Honda says it’ll have near-complete autonomy by 2025, freeway autonomy by 2020By on
Announcements | Business Practices | Market Trends | Technology
Honda on Thursday announced it wanted to produce self-driving vehicles at SAE Level 4 — the computer can do basically everything — by 2025, following Level 3 “highly-automated freeway driving capability” by 2020.
The Society of Automotive Engineers defines six levels of autonomy, with 0 being about a Model T Ford and 5 being a car driving around without needing a human at all. Levels 1 and 2 involve things like electronic stability control and the kind of advanced driver assistance systems being put on cars today, according to Mobileye, which sells the camera-related technology used in ADAS and self-driving vehicles.
Honda observed Wednesday that nearly 500,000 Hondas and Acuras in America already have at least one ADAS technologies like autobraking, lane keeping, road-keeping and adaptive cruise control. The Honda Sensing suite, which packages all of these together, was present on a third of new Hondas sold, and the more advanced AcuraWatch suite exists on 70 percent of all new Acuras sold.
In Level 3, the human doesn’t have to pay attention, but they do need to be present in case the car can’t handle a particular situation. Mobileye points out the example of a freeway, which probably refers to a scenario where a human drives onto the freeway, switches to Level 3 autonomy, and can ignore the road until it’s time to take over to exit the freeway or the car otherwise calls for help. (This is different than Tesla Autopilot, in which the driver is expected to be paying attention even while the car’s driving)
Level 4 is a little more confusing. The human isn’t considered the backup anymore, but yet the car can’t do everything itself.
Ford, for example, defines its Level 4 as without a steering wheel and seems to suggest that rather than delegate to a human, the car just won’t drive at all. Mobileye says the driver won’t be relied upon but a Level 4 car still has a steering wheel. Wired’s 2016 explanation suggests a Level 4 car can do anything, with no human backup — so long as it’s in a “safe place” like a downtown or campus. (But it still has a steering wheel.)
But for Honda, “SAE Level 4 or “high automation” means the vehicle can handle all driving tasks in most driving situations, with possible exceptions including inclement weather conditions or unusual driving environments, where the driver would be required to resume control.”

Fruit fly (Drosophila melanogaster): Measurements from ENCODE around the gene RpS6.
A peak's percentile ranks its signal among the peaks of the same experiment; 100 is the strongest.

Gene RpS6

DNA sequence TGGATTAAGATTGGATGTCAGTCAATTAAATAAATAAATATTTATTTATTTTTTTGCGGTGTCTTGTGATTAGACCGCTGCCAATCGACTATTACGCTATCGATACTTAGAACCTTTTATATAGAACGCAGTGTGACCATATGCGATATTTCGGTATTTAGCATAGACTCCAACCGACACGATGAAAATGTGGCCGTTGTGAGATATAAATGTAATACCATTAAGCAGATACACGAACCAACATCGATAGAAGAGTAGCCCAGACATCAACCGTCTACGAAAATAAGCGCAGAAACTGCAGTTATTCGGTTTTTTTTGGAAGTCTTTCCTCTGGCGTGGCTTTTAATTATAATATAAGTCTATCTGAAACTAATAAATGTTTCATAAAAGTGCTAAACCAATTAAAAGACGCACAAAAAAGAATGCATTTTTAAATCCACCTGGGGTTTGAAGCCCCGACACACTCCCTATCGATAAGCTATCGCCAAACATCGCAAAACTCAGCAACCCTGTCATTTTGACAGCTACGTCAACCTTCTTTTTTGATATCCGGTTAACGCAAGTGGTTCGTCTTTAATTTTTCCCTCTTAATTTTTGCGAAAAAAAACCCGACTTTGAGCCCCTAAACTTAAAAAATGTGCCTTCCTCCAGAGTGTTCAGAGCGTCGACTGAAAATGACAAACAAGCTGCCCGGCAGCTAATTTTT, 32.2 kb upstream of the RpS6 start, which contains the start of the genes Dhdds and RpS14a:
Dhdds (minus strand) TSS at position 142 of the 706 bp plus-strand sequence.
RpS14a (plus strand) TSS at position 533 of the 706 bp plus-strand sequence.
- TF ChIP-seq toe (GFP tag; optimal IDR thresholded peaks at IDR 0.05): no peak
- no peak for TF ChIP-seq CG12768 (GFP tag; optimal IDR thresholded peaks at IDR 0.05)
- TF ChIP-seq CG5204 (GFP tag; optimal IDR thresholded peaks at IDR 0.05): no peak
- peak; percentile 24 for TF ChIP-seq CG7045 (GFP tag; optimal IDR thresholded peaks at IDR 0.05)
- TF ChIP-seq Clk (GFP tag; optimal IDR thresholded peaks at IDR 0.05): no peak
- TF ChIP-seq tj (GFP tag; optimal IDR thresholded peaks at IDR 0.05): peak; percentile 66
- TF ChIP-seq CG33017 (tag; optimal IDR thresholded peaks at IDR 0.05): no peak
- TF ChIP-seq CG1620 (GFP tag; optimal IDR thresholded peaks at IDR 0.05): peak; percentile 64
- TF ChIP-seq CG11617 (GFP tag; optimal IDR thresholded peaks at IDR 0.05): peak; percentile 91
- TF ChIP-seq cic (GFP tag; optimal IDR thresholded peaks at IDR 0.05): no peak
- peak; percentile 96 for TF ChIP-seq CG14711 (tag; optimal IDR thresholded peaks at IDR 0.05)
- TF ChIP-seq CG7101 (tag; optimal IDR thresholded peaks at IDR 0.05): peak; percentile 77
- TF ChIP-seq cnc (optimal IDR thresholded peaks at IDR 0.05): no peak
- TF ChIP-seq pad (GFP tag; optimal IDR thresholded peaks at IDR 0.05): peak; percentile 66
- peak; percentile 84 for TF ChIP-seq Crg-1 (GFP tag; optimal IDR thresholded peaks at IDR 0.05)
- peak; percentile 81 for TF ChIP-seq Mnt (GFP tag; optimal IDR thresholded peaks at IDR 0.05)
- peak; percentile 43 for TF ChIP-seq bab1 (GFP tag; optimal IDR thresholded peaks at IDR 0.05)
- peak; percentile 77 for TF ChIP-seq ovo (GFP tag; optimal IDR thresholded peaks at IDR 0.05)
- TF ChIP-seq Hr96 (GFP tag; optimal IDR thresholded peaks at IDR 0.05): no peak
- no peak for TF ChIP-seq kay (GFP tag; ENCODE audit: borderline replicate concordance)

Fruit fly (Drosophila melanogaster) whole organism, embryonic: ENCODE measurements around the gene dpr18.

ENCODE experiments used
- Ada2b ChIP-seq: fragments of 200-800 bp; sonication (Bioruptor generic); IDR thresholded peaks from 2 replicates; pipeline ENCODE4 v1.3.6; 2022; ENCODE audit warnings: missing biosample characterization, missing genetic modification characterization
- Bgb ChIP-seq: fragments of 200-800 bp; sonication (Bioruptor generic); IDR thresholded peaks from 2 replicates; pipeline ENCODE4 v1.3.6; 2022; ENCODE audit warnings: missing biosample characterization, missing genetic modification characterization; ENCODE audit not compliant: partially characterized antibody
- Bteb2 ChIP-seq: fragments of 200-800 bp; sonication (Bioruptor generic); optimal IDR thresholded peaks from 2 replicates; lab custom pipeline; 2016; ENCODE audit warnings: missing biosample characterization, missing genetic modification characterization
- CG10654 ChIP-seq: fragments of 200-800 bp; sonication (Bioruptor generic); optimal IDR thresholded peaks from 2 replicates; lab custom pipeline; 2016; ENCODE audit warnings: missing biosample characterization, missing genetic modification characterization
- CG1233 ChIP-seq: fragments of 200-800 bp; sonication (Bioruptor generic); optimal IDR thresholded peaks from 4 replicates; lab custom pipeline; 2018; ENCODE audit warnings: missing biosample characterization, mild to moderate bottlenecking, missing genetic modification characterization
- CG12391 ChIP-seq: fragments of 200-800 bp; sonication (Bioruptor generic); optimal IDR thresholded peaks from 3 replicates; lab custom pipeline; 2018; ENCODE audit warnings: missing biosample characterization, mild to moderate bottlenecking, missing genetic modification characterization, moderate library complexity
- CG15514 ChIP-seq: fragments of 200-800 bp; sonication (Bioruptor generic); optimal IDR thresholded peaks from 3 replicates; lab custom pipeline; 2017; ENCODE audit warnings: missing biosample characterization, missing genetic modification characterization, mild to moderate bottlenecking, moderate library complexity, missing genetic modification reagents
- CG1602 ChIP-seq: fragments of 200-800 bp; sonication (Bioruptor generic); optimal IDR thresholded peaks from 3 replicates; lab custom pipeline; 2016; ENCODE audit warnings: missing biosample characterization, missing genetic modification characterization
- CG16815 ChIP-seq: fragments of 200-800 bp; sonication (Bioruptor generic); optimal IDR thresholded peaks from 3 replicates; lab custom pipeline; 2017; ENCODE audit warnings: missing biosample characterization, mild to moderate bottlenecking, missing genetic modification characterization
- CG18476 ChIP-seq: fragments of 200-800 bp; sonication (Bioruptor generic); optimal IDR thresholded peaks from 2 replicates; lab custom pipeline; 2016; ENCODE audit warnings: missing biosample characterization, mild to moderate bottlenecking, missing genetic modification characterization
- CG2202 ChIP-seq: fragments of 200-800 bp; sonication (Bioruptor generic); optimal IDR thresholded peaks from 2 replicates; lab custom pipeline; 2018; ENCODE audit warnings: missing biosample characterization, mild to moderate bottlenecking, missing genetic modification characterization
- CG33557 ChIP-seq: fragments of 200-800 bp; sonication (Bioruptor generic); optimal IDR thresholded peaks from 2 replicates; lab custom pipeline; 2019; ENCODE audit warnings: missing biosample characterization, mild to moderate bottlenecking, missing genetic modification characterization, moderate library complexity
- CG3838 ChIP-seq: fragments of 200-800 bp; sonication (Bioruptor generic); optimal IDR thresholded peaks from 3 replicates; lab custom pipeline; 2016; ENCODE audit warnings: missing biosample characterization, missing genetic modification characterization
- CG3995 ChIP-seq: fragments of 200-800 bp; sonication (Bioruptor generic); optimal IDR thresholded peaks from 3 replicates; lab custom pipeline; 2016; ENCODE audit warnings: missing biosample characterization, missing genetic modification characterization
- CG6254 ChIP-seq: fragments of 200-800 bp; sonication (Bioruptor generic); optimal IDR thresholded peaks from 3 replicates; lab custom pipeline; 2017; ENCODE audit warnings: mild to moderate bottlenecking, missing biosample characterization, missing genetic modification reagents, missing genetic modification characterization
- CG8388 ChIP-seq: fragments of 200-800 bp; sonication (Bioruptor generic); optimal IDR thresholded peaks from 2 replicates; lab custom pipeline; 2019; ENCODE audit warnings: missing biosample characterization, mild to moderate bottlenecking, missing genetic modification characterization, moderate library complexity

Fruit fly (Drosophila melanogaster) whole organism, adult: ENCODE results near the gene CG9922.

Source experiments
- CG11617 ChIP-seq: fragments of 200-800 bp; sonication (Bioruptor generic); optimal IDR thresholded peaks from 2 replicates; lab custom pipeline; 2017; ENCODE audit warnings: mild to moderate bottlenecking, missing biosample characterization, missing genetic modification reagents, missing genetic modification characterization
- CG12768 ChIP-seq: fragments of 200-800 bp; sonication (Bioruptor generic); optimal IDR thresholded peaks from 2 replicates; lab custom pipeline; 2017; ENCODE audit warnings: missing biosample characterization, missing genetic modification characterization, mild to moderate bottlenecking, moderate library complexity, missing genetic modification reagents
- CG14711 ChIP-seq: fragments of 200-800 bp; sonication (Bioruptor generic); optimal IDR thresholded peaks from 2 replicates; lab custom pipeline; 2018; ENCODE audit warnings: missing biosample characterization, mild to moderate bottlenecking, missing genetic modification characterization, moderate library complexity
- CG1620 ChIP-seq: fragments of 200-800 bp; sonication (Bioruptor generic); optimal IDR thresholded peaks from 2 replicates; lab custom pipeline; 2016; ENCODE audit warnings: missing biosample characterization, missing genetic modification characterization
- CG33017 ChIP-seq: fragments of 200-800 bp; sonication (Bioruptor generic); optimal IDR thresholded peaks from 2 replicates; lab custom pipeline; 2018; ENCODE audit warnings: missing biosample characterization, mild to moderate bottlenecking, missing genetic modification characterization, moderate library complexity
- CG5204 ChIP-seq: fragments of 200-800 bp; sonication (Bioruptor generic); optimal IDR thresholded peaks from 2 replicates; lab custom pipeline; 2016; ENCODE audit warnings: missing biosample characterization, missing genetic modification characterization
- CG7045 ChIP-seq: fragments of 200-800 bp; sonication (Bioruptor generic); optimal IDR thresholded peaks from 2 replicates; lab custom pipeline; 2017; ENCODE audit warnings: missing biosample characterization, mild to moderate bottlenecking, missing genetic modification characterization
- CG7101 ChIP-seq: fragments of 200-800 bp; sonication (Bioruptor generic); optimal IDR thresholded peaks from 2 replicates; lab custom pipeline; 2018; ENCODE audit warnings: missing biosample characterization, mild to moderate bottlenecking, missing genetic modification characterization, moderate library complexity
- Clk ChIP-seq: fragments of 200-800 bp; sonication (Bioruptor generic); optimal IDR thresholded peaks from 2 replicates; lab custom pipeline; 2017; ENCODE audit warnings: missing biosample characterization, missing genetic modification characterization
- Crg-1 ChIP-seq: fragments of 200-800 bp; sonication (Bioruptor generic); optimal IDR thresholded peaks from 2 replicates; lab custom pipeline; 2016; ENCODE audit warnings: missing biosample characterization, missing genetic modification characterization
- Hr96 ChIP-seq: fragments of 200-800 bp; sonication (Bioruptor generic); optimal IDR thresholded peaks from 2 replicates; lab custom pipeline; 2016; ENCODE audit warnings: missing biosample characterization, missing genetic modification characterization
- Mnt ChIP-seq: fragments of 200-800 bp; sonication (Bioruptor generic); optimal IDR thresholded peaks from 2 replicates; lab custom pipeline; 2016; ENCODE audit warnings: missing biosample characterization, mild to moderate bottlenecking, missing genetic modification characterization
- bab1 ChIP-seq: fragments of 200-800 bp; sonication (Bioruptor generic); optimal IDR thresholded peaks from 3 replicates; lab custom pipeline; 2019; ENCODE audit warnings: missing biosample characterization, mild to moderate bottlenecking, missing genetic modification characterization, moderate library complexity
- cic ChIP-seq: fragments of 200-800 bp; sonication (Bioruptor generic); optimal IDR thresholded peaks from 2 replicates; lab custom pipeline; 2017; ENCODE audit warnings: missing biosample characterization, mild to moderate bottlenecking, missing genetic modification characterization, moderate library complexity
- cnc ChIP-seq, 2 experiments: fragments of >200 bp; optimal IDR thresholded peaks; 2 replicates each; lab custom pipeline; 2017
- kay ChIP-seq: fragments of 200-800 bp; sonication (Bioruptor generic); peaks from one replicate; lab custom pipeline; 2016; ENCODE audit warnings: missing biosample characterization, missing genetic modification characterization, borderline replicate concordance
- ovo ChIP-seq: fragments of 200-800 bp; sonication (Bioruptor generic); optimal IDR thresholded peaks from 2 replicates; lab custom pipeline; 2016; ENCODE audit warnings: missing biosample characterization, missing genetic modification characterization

Regardless, for our purposes, the takeaway is that some Honda vehicles will start having an impressive amount of self-driving capability three years from now — and be astonishingly autonomous in eight.
“We will strive to achieve the technological establishment of Level 4 automated driving for personal car use by around 2025,”Honda CEO Takahiro Hachigo said in a statement. “We are striving to provide our customers with a sense of confidence and trust by offering automated driving that will keep vehicles away from any dangerous situation and that will not make people around the vehicle feel unsafe.”
The more artificial intelligence takes over, even Level 1 and 2 AI, there’s less of a chance for the human drivers responsible for 94 percent of crashes to produce the kind of dings, fender benders and outright wrecks that keep shops in business.
“These are critical steps in Honda’s commitment to contribute to a collision-free society,” Honda wrote in a news release Thursday.
On the plus side, there’ll be a great deal of sensory technology on or near the vehicle surface.
“The test vehicle utilizes an advanced sensor package which includes multiple cameras, as well as five LiDAR and five radar sensors,” Honda wrote.
That’s going to be lucrative to fix and calibrate should it be dinged or banged up by other “dumber” cars and the elements — but make sure you know how to do all of it correctly or send it on to someone who can.
Under Levels 3 and 4, the human is allowed to check out for part or much of the drive — which means that computer had better be perceiving the road accurately during that time. To paraphrase Audi collision repair expert Mark Allen, artificial intelligence relying on a camera that’s a degree off could result in the computer traveling on a disastrously incorrect path.
However, self-driving Hondas could eventually have fewer “eyes” — which would mean shops might not have as much severity to offset the drop in frequency as has been predicted.
The OEM has tested an artificial intelligence with “Deep Learning” which with just cameras — no GPS or even LIDAR — can drive itself, learn and refine its ability to predict what will happen. The system, seen in the video below, can handle “roads without proper lane markings” and “detect pedestrians and bicyclists at night with only partial visibility,” according to Honda.
“Honda Targeting Introduction of Level 4 Automated Driving Capability by 2025”
Honda, June 7, 2017
“100,000+ Acura Vehicles on the Road Now Feature AcuraWatch™ Advanced Safety and Driver-Assistive Technologies”
Acura, March 9, 2017
Honda on Thursday announced it wanted to produce self-driving vehicles at SAE Level 4 — the computer can do basically everything — by 2025, following Level 3 “highly-automated freeway driving capability” by 2020. It’s shown testing autonomous technology in this photo. (Provided by Honda)
The SAE International J3016 standards, copyright 2014. (Provided by SAE International)